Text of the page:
According to a report by SaharaReporters, an investigation that was conducted by an independent commission into allegations of sexual exploitation has revealed that about 83 aid workers, including some staff members of World Health Organisation (WHO) sexually exploited older women and children during the Ebola crisis in the Democratic Republic of Congo.
The probe was said to have been prompted by an investigation last year by the Thomson Reuters Foundation and The New Humanitarian in which more than 50 women accused aid workers from WHO and other charities of demanding sex in exchange for jobs between 2018 and 2020.
The investigation revealed that at least 21 WHO staff members were part of the 83 suspected perpetrators charged with nine counts of rape.
“The review team has established that the presumed victims were promised jobs in exchange for sexual relations or in order to keep their jobs," commission member Malick Coulibaly told a press briefing.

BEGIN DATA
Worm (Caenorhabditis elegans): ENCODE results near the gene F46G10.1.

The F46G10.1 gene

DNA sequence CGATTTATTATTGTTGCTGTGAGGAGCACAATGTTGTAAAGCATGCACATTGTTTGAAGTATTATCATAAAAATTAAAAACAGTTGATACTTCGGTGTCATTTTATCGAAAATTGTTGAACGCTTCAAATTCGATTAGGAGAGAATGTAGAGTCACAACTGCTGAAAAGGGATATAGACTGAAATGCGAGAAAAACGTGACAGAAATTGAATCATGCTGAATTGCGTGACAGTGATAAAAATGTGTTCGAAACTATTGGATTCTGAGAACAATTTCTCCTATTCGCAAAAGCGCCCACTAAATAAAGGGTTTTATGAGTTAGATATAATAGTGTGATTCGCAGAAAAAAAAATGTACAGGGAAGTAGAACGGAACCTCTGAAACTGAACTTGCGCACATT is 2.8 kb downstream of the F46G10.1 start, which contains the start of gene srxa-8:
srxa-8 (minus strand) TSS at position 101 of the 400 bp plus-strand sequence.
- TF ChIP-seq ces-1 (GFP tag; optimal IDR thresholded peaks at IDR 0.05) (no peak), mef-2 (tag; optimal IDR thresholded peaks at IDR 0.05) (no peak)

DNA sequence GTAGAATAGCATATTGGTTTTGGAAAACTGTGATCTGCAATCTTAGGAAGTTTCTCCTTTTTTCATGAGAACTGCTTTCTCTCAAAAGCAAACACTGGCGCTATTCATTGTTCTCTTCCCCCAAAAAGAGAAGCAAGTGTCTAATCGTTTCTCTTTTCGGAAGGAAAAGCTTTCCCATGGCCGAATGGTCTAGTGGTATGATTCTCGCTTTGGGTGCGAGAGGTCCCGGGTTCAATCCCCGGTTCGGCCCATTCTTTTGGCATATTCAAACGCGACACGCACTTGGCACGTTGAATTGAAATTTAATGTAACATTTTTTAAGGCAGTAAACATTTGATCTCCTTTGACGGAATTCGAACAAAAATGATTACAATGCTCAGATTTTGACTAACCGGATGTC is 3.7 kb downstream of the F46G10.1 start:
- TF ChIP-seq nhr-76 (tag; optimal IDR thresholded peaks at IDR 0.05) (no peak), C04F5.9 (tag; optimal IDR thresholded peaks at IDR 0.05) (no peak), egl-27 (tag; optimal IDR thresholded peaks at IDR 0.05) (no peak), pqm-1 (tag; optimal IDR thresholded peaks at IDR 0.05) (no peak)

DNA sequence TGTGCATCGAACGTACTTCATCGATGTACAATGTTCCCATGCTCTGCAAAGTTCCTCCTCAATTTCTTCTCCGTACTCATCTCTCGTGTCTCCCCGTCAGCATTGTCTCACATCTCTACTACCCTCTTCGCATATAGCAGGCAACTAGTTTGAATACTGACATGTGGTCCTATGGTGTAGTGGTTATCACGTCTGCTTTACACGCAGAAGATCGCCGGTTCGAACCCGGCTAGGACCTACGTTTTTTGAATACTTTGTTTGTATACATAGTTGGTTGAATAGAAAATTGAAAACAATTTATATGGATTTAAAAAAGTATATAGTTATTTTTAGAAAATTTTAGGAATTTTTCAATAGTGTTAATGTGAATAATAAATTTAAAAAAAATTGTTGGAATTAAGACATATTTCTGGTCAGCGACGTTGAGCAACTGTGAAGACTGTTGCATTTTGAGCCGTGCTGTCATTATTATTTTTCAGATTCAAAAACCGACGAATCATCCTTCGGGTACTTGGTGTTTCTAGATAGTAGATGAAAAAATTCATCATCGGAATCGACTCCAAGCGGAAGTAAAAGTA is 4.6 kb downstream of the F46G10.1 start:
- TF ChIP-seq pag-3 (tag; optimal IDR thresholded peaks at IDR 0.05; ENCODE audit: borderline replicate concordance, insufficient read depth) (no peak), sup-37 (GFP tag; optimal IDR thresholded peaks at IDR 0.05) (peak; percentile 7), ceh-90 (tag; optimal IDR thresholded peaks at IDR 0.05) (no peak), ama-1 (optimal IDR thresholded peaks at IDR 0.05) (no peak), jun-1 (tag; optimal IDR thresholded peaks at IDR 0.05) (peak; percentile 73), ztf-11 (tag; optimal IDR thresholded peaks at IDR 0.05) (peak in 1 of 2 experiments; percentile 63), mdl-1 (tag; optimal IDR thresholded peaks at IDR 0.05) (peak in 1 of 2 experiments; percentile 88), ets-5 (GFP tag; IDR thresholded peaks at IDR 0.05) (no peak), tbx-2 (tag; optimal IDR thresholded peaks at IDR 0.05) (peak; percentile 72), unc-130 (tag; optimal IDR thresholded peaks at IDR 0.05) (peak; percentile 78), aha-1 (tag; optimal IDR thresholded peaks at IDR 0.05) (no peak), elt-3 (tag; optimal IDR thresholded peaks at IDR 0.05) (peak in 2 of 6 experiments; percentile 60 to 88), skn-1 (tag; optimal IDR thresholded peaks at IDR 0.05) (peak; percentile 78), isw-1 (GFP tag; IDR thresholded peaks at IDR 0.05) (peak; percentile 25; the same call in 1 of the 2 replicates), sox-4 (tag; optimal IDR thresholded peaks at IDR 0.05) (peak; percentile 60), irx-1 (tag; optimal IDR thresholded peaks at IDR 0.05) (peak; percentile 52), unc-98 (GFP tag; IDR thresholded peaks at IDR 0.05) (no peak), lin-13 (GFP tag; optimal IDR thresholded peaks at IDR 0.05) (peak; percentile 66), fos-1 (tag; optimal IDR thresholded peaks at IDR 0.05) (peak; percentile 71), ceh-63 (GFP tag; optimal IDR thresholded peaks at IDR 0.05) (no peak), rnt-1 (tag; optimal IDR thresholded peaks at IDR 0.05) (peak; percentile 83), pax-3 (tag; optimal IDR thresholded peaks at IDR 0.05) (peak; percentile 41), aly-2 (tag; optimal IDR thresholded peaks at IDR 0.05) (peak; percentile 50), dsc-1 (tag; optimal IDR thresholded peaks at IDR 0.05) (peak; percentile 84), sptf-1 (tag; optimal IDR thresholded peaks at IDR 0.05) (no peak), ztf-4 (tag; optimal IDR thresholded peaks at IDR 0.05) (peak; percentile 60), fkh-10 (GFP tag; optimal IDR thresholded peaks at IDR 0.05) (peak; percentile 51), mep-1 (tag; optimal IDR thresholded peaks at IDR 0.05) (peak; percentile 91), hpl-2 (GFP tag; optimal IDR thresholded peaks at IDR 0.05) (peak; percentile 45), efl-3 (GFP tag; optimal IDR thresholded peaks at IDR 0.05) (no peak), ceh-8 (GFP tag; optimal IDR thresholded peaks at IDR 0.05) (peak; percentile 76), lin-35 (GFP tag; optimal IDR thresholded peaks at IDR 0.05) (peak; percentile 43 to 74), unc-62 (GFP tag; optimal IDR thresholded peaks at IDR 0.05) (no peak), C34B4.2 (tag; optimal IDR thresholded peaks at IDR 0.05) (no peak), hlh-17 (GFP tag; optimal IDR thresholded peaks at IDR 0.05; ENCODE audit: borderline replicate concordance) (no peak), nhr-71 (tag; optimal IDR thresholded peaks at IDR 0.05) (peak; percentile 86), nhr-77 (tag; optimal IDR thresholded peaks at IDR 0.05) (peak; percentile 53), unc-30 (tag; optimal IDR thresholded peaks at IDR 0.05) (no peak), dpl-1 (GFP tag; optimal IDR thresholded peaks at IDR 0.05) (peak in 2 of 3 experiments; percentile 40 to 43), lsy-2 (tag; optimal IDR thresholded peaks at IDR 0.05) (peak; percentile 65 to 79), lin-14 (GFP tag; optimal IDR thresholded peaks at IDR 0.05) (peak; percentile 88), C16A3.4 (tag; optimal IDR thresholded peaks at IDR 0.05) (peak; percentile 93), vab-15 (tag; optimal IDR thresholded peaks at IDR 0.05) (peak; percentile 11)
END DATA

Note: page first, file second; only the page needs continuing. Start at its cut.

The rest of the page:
In a statement, WHO director Tedros Adhanom Ghebreyesus said he was "ashamed" of the allegations.
The survey showed that WHO staff were asking for sex from the women before giving them jobs.
"We apologise to those who have committed this atrocity, because those who should have protected them, have committed atrocities against them."
"We are confident that all the culprits will be prosecuted without exception."
Regional Director Matshidiso Moeti said the health body was "humbled, horrified and heartbroken" by the findings.
UN Secretary-General Antonio Guterres' spokesperson also apologised and thanked victims for their courage in testifying.